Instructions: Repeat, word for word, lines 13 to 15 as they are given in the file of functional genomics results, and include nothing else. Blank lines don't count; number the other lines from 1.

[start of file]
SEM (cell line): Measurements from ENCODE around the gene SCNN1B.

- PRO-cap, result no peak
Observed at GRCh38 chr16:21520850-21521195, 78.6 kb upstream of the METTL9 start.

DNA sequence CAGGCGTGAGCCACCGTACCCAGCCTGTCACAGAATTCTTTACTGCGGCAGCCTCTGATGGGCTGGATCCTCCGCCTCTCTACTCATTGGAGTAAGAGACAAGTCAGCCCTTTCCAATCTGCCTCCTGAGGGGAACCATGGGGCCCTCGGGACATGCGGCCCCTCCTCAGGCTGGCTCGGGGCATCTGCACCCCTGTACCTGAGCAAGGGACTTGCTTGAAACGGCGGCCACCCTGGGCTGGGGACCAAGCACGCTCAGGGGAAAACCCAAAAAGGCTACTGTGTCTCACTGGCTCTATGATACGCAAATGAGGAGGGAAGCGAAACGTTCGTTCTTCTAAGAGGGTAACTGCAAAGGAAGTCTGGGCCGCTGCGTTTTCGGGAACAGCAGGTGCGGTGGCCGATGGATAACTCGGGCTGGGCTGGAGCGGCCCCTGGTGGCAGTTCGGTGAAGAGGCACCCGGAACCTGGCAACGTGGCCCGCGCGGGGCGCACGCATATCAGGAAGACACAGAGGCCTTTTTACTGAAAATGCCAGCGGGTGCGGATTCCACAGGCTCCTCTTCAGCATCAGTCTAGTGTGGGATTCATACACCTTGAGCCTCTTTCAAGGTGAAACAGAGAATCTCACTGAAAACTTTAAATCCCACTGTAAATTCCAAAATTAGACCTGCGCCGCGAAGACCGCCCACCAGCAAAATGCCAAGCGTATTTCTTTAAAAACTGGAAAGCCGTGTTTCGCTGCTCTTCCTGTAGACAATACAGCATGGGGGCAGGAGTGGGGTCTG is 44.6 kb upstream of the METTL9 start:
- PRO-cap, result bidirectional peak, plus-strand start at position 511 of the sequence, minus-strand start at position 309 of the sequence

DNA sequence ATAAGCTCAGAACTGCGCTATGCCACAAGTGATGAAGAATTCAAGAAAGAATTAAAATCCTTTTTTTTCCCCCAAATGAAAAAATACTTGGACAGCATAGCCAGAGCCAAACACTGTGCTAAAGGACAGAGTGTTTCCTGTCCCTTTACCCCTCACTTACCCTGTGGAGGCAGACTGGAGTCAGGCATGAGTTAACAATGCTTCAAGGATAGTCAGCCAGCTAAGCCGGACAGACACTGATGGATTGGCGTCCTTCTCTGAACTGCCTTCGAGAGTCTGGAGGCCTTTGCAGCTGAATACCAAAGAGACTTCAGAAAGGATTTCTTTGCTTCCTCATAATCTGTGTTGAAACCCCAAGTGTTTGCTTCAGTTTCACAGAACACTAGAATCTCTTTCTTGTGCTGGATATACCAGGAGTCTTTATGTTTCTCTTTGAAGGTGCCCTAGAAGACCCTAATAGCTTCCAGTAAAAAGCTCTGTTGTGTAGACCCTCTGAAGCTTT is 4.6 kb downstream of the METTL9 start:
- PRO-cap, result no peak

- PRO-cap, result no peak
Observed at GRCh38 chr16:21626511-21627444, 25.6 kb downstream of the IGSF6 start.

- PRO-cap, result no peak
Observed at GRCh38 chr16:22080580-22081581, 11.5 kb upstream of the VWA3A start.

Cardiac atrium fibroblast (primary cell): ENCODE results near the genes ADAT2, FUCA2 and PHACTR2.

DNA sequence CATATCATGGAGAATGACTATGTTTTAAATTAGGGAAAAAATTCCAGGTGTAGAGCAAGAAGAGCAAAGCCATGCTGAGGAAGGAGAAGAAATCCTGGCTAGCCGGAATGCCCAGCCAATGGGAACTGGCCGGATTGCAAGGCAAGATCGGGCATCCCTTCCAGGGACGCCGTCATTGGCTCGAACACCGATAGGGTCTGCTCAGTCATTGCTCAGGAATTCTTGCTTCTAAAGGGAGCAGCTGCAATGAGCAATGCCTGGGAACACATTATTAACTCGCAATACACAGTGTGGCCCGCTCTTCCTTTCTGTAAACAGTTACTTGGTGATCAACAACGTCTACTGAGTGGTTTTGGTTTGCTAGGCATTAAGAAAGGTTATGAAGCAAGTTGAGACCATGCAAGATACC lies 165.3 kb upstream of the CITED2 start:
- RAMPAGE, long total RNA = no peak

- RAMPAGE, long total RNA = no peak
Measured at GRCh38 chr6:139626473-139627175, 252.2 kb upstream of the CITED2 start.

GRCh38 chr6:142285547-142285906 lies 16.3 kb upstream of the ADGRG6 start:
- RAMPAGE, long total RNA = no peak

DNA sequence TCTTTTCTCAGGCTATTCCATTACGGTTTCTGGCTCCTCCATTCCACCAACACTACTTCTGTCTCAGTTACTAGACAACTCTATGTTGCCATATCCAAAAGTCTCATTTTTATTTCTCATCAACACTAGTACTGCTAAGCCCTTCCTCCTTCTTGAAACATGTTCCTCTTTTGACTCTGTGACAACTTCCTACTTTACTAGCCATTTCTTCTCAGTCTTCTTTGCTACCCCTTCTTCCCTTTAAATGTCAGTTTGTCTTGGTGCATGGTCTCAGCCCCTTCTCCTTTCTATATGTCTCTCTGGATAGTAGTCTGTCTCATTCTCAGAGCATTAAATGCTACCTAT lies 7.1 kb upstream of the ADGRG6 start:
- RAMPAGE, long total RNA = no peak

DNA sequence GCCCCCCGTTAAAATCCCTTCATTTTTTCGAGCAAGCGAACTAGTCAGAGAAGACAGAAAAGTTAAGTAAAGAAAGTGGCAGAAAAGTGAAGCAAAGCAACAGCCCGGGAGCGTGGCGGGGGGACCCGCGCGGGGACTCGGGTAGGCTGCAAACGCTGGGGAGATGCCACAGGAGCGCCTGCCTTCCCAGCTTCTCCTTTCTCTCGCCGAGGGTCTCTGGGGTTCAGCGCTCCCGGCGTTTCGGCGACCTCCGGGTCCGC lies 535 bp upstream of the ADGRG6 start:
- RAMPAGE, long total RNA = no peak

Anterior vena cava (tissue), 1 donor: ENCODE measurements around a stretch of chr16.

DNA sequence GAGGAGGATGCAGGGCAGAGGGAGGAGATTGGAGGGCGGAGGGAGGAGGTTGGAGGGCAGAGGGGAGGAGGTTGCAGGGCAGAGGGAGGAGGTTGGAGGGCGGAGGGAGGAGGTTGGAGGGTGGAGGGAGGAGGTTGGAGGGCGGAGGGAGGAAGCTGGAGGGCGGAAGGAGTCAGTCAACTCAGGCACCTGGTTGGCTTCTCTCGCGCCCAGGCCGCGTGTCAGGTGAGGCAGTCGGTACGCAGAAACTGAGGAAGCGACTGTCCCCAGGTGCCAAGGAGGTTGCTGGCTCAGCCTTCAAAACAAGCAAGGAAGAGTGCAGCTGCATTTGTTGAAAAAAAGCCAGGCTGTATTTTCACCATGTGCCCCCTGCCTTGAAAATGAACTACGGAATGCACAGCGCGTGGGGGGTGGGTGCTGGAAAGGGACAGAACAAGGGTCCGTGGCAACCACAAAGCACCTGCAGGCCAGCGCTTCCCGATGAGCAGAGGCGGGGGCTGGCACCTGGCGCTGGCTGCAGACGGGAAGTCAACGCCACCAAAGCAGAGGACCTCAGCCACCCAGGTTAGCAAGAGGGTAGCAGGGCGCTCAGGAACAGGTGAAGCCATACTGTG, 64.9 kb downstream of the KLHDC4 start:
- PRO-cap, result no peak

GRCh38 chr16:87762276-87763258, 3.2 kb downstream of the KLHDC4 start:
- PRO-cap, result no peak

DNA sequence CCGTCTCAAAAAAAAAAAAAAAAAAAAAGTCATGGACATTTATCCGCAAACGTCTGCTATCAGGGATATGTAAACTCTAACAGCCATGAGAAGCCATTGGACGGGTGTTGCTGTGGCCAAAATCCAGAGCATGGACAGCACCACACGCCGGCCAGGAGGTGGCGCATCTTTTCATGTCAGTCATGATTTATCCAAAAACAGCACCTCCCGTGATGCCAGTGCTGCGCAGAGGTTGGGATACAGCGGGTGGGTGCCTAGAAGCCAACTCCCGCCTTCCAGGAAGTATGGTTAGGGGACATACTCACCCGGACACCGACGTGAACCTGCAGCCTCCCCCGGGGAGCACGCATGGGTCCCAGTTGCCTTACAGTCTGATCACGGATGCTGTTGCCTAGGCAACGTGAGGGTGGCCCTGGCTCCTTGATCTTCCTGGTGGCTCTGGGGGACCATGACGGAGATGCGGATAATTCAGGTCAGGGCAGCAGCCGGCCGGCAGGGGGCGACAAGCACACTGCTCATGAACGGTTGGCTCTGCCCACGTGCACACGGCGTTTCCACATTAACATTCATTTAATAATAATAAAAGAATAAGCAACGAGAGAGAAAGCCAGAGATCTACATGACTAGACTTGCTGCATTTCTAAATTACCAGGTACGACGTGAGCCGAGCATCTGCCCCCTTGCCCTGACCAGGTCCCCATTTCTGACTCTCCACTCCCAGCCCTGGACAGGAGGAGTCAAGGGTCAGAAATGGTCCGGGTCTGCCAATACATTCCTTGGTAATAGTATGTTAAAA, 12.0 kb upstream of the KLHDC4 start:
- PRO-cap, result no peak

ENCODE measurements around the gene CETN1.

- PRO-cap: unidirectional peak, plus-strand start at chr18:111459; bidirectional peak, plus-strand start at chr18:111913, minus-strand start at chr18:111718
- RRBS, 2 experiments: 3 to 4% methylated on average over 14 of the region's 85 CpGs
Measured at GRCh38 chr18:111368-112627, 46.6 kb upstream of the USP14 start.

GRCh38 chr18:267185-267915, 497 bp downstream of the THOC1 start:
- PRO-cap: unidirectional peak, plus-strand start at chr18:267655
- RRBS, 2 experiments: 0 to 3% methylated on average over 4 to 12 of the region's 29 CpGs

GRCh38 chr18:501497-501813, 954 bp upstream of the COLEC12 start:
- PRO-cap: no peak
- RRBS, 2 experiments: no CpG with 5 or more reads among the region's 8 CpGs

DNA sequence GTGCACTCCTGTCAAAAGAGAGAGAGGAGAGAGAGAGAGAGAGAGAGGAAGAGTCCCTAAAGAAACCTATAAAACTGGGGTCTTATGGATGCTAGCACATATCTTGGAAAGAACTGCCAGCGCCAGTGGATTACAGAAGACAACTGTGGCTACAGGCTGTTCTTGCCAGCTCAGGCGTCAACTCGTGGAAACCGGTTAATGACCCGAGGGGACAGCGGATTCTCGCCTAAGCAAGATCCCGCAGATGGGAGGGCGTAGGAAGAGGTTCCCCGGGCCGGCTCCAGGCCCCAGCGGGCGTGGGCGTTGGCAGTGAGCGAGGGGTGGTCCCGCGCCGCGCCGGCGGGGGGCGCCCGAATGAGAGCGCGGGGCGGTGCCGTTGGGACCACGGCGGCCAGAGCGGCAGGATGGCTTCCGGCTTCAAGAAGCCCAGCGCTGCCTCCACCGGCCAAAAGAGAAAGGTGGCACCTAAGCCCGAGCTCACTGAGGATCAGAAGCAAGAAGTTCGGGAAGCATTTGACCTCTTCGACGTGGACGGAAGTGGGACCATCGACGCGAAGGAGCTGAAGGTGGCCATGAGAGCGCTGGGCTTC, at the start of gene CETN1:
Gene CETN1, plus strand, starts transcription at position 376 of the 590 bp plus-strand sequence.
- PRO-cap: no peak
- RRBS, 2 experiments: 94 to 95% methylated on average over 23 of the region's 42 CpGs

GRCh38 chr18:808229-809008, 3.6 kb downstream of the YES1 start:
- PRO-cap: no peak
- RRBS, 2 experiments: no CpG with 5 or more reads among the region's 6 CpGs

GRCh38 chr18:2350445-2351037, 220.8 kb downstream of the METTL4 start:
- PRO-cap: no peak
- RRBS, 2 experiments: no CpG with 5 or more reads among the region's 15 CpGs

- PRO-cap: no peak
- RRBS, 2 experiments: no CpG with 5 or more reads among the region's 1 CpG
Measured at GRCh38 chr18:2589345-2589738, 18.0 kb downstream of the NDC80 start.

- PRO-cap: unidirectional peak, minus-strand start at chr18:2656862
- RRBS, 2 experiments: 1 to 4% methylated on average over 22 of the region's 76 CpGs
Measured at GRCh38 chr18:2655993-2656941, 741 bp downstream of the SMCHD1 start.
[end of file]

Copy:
DNA sequence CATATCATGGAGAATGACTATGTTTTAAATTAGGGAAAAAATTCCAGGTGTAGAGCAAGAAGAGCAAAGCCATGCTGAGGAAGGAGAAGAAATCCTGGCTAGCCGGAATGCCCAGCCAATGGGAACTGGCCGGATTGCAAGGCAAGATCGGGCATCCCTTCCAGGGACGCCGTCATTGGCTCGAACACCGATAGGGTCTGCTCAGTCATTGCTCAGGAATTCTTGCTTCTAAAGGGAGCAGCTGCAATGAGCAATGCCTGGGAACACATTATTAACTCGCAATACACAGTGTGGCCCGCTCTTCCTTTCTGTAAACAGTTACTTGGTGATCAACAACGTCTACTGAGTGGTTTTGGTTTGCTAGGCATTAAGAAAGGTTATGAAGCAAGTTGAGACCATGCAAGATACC lies 165.3 kb upstream of the CITED2 start:
- RAMPAGE, long total RNA = no peak

- RAMPAGE, long total RNA = no peak